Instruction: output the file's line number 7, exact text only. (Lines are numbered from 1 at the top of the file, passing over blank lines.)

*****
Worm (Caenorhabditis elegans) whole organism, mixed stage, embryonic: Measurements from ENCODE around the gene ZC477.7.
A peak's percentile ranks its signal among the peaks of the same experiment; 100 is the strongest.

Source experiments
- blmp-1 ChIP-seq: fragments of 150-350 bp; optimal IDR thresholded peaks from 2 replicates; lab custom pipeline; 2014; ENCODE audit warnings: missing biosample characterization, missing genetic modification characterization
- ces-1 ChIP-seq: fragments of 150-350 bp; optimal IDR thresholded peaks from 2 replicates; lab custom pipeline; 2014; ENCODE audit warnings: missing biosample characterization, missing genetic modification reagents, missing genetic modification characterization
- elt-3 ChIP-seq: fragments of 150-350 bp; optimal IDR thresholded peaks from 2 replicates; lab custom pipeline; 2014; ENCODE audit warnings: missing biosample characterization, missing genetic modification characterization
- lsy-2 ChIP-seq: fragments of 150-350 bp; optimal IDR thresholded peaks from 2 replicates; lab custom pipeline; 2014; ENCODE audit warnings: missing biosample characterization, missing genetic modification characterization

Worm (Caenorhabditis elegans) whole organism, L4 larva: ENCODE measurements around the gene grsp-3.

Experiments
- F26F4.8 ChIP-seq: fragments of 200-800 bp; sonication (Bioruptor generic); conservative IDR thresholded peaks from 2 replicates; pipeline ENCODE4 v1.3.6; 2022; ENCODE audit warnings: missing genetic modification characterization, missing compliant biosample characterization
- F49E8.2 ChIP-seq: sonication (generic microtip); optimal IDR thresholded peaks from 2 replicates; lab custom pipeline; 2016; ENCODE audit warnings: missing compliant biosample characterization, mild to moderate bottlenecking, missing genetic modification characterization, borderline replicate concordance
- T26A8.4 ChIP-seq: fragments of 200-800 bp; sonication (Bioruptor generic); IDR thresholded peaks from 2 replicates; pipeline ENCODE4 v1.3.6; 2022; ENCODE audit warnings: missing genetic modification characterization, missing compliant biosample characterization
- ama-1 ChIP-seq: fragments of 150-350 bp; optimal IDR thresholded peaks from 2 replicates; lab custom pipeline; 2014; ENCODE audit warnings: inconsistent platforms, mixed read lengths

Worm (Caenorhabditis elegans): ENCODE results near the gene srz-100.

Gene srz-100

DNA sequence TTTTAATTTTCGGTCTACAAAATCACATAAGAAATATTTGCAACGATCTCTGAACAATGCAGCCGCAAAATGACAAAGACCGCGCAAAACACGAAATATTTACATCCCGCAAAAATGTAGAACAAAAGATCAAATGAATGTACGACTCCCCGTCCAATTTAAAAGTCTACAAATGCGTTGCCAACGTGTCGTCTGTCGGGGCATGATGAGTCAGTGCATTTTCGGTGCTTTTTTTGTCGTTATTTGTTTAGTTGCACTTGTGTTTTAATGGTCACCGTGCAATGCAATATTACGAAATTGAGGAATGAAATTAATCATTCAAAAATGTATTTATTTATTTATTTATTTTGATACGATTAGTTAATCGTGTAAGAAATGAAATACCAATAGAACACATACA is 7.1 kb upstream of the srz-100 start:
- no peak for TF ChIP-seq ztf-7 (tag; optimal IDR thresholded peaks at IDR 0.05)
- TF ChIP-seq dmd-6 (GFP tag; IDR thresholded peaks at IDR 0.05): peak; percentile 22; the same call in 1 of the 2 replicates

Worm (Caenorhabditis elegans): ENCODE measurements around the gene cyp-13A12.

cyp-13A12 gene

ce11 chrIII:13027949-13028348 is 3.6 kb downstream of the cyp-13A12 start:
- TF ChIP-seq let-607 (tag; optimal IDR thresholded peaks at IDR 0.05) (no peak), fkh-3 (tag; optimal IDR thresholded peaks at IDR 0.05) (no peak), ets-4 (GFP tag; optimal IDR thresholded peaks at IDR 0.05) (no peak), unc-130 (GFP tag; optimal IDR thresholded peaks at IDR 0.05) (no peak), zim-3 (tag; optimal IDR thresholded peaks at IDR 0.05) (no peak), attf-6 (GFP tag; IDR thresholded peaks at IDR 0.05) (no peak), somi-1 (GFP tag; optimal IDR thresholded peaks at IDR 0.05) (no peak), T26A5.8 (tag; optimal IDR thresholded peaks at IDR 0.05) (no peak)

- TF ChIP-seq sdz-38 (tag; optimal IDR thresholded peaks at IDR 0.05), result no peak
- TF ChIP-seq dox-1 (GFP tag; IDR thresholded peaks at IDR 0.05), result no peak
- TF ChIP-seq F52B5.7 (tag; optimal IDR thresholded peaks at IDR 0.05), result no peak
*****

- lsy-2 ChIP-seq: fragments of 150-350 bp; optimal IDR thresholded peaks from 2 replicates; lab custom pipeline; 2014; ENCODE audit warnings: missing biosample characterization, missing genetic modification characterization